10 Air Filtering Plants That Will Absorb Excess Humidity in Your House
One way to help cut down the humidity in your home is by keeping a few specific indoor plants. When used in conjunction with other humidity solutions, these plants can help absorb that unwanted stickiness and mold hazard. They’ll also clean your indoor air, helping you in having a restful sleep.
It is very reasonable then if these plants are also famous because of their ability to absorb moisture from air and are often used as natural dehumidifier. Surely, these plants are the answer of the question about how to remove humidity from a room without a dehumidifier.
Here is the list:
This low-maintenance plant is extremely popular in America not just because it looks cool, but also because it takes little work to keep it alive.
According to the NASA Clean Air Study, Dracaena is one of the most efficient plants at removing formaldehyde from the air in your home, as well as other VOCs, including benzene, trichloroethylene, and xylene.
English Ivy, the evergreen climbing vine that is most commonly found outside, can substantially reduce the amount of mold in the air of your home. English ivy has been proven to remove air-borne molds and formeldahyde from indoor air.
This houseplant is another popular perennial plant that people like to have in their home. Unlike the Peace Lily, this houseplant loves direct sunlight and a medium amount of water.
Palms thrive in humid areas and also absorb moisture through their leaves. Whether you choose a reed palm, lady palm, bamboo palm, or areca palm, it does not matter as they are all very good at getting rid of indoor air pollutants, particularly formaldehyde.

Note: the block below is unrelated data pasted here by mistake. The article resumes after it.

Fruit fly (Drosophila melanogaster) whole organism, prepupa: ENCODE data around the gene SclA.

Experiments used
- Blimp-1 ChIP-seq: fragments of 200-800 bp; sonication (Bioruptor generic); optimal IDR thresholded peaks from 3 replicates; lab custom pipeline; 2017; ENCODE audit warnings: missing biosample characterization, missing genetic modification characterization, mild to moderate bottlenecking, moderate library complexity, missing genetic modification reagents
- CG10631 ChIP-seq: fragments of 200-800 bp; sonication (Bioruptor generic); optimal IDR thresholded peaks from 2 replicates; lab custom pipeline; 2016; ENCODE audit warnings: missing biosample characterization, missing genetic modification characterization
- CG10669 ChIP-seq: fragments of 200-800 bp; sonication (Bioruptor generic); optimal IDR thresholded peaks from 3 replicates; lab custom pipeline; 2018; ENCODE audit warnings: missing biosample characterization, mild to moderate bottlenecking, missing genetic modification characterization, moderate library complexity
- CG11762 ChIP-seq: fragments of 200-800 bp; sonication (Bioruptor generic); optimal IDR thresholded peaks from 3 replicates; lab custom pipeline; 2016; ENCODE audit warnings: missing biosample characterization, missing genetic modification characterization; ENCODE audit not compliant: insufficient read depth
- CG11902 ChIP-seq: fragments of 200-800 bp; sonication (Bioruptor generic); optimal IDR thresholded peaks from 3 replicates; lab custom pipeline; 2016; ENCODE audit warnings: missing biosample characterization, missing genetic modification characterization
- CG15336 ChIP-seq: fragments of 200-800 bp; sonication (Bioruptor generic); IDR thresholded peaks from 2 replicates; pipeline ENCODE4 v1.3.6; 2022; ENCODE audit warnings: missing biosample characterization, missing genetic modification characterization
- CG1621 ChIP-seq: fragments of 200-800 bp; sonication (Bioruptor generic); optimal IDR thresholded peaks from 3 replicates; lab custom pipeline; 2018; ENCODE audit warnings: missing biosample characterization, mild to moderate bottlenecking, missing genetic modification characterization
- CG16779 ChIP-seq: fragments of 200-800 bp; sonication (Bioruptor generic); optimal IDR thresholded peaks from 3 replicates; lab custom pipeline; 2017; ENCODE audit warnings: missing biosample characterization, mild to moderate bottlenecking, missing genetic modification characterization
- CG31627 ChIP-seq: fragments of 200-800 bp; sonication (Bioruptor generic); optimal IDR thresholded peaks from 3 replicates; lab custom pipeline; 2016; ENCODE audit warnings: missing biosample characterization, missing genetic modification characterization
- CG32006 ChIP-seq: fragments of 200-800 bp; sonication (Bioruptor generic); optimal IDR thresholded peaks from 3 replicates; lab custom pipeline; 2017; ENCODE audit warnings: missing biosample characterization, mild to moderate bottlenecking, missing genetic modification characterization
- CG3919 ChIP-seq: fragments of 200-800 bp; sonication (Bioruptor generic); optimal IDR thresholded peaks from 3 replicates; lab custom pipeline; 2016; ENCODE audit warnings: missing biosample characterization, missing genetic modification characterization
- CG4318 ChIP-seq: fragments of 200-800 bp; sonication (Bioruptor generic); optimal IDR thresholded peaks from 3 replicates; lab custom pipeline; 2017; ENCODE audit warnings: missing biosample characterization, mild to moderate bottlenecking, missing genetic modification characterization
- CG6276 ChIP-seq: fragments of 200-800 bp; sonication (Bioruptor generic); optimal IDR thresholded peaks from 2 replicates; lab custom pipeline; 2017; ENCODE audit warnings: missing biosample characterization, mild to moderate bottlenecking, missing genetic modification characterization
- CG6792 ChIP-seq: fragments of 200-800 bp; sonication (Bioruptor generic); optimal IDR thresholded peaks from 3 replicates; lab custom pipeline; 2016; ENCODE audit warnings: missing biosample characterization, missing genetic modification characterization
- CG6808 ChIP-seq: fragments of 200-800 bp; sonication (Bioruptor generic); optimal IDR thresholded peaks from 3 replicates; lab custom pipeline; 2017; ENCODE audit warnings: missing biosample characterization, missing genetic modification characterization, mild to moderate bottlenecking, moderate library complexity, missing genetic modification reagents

Philodendrons are one of the easiest types of houseplants to grow. They can grow in very low light conditions and are not disturbed by neglect. These plants will also benefit your family by removing formaldehyde in high concentrations from the air of your home, according to N.A.S.A.
Snake Plant (Sansevieria trifasciata)
Snake plant tolerates almost any growing condition, from nearly no light to bright light to direct light. It require little to no water, and if you keep it in a humid bathroom, you might never have to water this hardy West African native at all.
Spider plant will thrive in the warmth and humidity of a bathroom. It tolerates low light like champs, enjoy a little humidity, and is also a champion cleanser of air. Since formaldehyde is found in common household products like adhesives, grout and fillers, it’s a good idea to keep one of these plants around your kitchen and bathrooms especially.
The Peace Lily
The Peace Lily loves humid air (above 50%). In a room with a low level of humidity the Peace Lily will stop blooming and the tips of its leaves will start to yellow. The peace lily removes all toxins, including benzene, xylene, toluene and trichloroethylene.
Plants of the genus tillandsia grow in tropical regions and thrive without soil or root systems – they gather moisture and nutrients from the air itself.
The Boston Fern another popular indoor plant that thrives in more moist climates, so it will naturally absorb some of the humidity in your bathroom. Not only does this plant absorb moisture from the air, it balances out various humidity levels to make it more comfortable in your home.